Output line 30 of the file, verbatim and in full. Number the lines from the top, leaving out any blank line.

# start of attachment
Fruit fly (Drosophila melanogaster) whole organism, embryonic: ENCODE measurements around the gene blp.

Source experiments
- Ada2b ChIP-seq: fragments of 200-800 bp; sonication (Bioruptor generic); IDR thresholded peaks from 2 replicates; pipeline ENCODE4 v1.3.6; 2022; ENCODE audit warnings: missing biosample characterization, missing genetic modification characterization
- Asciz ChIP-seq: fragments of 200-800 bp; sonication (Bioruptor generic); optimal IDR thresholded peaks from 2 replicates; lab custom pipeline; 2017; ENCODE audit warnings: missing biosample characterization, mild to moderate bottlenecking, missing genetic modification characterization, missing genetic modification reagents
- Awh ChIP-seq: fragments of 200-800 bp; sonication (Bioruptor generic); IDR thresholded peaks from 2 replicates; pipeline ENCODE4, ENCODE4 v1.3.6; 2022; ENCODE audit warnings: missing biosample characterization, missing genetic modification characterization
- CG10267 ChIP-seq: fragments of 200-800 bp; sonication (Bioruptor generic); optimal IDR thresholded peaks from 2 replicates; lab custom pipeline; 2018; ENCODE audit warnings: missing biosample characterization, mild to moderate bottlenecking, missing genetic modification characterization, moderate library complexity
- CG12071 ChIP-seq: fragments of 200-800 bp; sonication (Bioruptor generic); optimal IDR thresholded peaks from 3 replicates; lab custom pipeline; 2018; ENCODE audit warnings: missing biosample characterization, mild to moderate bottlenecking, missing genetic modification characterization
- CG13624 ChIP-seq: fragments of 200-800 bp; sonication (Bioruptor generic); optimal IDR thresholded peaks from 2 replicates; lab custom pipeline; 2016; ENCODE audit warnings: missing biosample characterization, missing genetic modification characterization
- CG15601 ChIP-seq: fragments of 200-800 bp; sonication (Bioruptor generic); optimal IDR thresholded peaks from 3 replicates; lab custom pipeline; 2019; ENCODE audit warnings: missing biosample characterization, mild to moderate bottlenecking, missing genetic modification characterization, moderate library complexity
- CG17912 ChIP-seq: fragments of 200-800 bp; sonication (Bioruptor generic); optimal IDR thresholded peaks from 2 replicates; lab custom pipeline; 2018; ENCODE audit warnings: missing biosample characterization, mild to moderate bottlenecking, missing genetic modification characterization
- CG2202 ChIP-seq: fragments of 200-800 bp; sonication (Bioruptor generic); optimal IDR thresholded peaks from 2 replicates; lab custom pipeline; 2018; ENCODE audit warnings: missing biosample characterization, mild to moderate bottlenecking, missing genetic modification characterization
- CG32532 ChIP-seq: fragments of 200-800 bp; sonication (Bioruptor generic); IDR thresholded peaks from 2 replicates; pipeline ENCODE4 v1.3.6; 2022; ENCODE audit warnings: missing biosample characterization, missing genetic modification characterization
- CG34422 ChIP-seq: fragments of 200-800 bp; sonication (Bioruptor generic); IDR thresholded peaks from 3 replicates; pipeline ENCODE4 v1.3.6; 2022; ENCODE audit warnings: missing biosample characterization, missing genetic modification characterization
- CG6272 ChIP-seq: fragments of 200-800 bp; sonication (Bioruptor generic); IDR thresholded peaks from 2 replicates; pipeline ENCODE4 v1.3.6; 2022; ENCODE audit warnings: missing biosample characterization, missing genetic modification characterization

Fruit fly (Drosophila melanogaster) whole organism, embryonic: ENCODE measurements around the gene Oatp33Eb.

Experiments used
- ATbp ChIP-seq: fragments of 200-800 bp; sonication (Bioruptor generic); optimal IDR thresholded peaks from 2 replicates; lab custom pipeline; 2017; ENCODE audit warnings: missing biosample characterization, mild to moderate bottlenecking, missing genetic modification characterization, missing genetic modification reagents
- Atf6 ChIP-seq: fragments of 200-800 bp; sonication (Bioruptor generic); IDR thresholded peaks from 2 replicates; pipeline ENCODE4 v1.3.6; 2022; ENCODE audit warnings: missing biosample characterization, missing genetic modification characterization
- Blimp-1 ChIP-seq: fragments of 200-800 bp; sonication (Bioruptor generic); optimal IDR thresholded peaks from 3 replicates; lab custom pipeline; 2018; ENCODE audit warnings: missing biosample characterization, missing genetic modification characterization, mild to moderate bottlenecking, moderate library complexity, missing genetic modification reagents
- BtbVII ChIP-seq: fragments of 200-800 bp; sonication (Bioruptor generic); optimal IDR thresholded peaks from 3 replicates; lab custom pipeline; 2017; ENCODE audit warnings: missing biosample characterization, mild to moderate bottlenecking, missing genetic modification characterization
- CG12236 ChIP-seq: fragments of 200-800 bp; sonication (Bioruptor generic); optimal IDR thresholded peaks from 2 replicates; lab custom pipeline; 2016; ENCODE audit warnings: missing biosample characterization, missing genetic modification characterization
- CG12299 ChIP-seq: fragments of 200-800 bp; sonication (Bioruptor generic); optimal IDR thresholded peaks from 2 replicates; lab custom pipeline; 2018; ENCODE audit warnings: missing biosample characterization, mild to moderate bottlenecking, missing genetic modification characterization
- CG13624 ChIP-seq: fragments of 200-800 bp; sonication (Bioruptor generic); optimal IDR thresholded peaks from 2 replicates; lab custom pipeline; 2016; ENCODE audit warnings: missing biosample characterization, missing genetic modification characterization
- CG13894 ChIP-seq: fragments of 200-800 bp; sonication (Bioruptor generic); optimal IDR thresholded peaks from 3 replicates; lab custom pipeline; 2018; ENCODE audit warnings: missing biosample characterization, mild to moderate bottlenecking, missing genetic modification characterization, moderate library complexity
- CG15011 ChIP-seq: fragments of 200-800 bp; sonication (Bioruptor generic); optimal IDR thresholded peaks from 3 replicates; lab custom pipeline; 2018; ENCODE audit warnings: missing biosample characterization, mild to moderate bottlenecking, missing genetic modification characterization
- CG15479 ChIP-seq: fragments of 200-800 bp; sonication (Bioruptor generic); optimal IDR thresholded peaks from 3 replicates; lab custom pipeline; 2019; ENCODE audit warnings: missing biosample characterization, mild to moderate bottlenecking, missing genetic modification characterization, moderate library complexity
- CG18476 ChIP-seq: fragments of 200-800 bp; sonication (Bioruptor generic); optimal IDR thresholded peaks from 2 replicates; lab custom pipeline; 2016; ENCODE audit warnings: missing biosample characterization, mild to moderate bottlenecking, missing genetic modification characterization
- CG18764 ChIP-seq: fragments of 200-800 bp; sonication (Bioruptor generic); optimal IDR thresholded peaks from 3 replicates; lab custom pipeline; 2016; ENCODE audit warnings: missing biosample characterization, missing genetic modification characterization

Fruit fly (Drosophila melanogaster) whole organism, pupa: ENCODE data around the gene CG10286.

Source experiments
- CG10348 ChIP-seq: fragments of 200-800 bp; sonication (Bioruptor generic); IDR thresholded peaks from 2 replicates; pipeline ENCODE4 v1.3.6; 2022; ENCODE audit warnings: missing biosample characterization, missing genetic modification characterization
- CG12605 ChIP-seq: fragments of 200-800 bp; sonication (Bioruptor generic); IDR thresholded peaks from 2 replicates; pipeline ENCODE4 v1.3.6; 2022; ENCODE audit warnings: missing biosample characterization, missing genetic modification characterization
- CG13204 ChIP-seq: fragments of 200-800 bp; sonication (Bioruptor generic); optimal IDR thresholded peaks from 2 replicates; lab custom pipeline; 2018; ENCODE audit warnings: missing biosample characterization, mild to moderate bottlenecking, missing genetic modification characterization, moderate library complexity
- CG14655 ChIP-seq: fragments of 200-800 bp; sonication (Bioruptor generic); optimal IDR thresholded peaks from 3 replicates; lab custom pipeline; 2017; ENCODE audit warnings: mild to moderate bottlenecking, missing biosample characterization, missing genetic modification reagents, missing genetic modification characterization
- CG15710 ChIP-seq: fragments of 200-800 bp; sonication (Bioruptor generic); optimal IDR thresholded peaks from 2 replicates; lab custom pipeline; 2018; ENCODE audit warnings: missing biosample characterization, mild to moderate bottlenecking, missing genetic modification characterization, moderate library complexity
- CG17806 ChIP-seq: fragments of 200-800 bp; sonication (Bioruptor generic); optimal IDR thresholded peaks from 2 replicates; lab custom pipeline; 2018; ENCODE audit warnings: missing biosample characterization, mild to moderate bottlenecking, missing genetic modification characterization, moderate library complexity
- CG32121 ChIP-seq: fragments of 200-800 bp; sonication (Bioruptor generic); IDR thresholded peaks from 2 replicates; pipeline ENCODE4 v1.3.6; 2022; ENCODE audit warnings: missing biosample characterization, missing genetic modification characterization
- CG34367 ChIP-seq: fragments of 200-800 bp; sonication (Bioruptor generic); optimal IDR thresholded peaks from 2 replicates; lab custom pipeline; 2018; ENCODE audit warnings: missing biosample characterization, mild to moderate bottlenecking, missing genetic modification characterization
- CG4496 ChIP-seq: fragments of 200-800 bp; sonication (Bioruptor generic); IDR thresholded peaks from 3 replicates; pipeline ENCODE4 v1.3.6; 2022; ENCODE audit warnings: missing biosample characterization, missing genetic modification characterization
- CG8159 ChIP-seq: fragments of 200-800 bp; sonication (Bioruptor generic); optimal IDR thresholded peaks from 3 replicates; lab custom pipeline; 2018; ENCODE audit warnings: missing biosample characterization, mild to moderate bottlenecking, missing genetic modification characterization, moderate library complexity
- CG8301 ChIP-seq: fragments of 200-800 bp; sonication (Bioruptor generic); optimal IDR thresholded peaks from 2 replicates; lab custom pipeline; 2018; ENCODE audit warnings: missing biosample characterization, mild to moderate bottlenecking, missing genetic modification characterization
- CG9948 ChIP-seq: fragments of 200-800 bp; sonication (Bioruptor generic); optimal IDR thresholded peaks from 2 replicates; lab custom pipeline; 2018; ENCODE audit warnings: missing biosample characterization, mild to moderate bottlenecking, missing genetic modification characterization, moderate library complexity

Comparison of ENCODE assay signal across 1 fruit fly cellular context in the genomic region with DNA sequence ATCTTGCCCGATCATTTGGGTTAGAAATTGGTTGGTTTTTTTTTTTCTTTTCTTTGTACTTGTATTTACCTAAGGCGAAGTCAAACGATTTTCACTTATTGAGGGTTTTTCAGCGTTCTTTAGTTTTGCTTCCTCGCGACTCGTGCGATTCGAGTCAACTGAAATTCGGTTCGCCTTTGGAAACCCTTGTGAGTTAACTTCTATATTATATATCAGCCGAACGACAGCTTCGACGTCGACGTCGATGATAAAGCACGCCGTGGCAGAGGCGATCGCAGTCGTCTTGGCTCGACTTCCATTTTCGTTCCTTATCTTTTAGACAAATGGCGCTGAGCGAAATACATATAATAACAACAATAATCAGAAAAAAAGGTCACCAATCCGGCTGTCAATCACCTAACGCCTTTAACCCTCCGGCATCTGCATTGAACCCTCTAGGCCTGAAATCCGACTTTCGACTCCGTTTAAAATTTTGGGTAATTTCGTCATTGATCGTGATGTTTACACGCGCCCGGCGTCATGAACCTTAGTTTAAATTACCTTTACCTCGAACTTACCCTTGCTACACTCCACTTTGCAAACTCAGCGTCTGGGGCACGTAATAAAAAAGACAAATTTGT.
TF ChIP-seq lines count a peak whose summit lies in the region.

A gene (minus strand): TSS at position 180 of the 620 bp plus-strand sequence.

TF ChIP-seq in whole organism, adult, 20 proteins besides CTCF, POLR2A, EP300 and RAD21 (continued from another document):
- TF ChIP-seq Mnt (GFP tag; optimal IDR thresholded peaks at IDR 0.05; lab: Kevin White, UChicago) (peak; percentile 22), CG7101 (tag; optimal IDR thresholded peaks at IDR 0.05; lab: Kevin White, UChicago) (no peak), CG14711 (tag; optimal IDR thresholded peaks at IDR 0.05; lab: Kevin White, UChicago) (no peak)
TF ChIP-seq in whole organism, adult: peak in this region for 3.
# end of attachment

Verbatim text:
Source experiments